Open Web Ledger (OWL) Systems – There is nothing new about implementing a web-based accounting system. However, most of those accounting systems are designed to keep the ledger information strictly for private viewing only. What I was trying to demonstrate with the Entity Module prototype was a ledger system that is open for inspection and auditable by anyone. So far, I have failed to fully demonstrate how this openess was to be achieved, or what ‘open’ means. One of the main reasons for this failure was I didn’t have ongoing ledger data to publish, and that’s why the decision to migrate the TDS ledger information was made. That decision made it easier to move from assumptions to a working model which I feel comfortable with as an actual user/proprietor.
With the still unreleased version being developed, I have been able to come to this definition for openess: a ledger is sufficiently ‘open’ if information about an entity’s currency inflow/outflow is auditable by amount and the transacting entities. It is not necessary to divulge the dates, individual account numbers or receipts that are represented in a ledger entry, as long as the cumulative inflow and outflows between the transacting entities reconcile. Transaction details are only necessary for troubleshooting ledger inconsistencies.
P2P Reconciliation – Suppose Alice uses 100 units of her ABC credits to buy bread from entity XYZ. Entity XYZ then publishes an inflow or revenue of 100 units in its ledger, assuming that ABC and XYZ uses the same currency units. What if Alice was careless or dishonest and reports only 80 units of ABC outflow to XYZ? Or what if XYZ inflates its revenue stream from ABC to 150 units instead of the actual transacted amount of 100 hours?
Of course, a web surfer could easily detect such inconsistencies by visiting each entity’s web ledger, but a manual or user-dependent procedure for ledger audits would be unreliable and impractical at large scale. Ledger inconsistencies could result in the accumulation of errors in account balances which would be difficult to undo if not caught early enough. Gross accounting inaccuracies and misrepresentation eventually result in the loss of market confidence in an entity, such as in the case of Enron. The effect would be magnified for a satconomy entity that relies solely on its currency brand reputation for market access. A majority of sellers could all of a sudden decide not to accept that entity’s curreny brand if it cannot prove how it fulfills its self-declared obligation to the market.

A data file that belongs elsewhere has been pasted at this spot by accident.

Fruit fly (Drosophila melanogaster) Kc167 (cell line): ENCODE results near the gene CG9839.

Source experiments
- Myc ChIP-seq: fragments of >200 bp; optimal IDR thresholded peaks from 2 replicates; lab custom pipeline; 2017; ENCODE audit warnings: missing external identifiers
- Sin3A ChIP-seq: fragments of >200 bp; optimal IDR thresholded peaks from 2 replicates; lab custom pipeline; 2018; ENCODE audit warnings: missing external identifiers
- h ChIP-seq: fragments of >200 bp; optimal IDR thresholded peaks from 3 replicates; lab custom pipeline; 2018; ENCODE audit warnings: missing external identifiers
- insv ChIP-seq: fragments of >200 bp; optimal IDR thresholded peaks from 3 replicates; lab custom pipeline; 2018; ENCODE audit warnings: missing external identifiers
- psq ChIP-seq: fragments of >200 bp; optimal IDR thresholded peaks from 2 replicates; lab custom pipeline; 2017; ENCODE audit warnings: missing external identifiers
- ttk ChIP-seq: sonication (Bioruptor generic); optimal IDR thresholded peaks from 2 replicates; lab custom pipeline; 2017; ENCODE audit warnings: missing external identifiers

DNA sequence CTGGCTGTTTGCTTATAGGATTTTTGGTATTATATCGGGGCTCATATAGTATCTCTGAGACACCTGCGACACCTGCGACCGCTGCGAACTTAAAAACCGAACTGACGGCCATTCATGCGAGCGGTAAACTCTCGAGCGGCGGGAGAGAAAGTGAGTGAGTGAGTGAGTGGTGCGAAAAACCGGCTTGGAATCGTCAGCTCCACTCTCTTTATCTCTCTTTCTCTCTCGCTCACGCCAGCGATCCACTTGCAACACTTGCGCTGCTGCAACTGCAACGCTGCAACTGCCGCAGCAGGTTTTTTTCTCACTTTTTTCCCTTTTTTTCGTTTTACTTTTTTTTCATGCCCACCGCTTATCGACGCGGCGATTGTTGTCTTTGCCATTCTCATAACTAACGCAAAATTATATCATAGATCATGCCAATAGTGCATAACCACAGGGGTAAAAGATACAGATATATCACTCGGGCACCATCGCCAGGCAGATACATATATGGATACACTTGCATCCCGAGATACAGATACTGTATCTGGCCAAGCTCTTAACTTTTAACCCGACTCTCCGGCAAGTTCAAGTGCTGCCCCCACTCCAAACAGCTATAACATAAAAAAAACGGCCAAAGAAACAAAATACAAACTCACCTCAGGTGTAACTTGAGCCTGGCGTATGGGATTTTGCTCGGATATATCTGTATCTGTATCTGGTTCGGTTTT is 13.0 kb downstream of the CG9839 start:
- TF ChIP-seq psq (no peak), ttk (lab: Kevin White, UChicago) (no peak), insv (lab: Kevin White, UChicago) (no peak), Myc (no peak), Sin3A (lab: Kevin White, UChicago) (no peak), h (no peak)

One solution would be to automate the verification of unreconciled web ledger entries between the transacting entities. Such automation would then allow only verified ledger entries to be published and would prevent the accumulation of errors in account balances. I initially wanted to jump straight into prototyping a Reporter Module for this purpose, but platform and security considerations necessitated a more careful analysis. So far, I have a design idea for a peer-to-peer ledger reconciliation framework that could be extended for use in a Reporter Module. The Prowl protocol uses HTTP Get Request and a sha-1 digest of transaction data to perform asychronous reconciliation in the background. Instead of providing more details here, I’ll wait until the alpha version is released this quarter in order to demonstrate the features and functionalities of a Prowl framework.